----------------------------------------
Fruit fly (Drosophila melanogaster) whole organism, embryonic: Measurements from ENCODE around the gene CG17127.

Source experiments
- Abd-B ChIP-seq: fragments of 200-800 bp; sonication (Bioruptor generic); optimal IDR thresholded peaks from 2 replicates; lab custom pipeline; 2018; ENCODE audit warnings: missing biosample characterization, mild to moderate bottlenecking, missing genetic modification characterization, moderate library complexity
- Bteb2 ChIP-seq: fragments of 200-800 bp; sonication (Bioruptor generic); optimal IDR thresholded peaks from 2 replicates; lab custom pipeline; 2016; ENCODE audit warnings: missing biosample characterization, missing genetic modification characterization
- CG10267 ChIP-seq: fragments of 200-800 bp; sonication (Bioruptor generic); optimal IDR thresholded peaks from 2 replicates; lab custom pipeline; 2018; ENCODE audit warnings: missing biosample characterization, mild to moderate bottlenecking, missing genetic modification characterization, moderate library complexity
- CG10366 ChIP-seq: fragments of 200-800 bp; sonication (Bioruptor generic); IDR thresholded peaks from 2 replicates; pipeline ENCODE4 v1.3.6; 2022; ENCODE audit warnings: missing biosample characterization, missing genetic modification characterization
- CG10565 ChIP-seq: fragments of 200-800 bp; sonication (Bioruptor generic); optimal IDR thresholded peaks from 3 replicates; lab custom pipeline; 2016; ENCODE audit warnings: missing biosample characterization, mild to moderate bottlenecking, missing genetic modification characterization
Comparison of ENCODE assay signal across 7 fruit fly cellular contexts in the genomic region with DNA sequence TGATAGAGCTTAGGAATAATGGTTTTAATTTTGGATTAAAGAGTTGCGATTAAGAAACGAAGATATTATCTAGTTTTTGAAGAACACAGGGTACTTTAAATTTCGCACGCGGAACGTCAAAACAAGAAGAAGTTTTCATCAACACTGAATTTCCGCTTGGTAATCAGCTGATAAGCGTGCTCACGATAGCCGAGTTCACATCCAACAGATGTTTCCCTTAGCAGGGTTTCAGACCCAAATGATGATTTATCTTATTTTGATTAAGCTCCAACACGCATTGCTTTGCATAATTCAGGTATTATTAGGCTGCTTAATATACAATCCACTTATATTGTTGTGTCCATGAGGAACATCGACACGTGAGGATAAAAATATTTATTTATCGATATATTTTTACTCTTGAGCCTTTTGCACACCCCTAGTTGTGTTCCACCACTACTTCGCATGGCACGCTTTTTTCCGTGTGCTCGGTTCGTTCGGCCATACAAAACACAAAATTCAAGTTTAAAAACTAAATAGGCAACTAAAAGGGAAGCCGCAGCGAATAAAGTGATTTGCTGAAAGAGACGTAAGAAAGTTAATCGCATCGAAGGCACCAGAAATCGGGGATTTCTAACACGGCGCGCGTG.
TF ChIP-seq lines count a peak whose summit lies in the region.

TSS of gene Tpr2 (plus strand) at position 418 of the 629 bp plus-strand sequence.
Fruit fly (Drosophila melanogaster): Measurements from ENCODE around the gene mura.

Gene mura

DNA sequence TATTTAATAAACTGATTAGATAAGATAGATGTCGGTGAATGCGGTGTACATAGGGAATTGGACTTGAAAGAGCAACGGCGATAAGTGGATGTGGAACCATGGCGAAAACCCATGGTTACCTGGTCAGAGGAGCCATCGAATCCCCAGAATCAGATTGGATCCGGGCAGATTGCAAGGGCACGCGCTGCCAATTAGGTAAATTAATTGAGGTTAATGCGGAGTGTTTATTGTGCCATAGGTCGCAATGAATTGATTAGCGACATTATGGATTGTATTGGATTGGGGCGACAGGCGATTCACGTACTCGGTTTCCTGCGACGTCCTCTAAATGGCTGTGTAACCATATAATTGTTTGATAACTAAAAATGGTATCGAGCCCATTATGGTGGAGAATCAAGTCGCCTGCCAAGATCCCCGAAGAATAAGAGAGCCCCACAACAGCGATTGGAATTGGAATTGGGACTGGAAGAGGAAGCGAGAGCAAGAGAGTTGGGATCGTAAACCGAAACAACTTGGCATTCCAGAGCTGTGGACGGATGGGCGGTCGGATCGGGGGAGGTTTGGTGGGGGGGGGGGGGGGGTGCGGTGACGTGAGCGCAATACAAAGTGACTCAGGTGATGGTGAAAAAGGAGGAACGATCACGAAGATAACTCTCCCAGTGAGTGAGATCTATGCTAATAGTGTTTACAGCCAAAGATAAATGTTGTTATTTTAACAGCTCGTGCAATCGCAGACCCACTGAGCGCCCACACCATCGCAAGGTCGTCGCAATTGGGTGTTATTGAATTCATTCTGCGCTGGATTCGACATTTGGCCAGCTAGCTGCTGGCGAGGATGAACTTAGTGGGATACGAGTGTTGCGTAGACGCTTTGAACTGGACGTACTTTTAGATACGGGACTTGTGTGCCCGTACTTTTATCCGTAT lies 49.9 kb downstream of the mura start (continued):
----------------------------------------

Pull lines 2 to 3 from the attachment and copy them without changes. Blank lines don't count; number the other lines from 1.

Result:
Source experiments
- Abd-B ChIP-seq: fragments of 200-800 bp; sonication (Bioruptor generic); optimal IDR thresholded peaks from 2 replicates; lab custom pipeline; 2018; ENCODE audit warnings: missing biosample characterization, mild to moderate bottlenecking, missing genetic modification characterization, moderate library complexity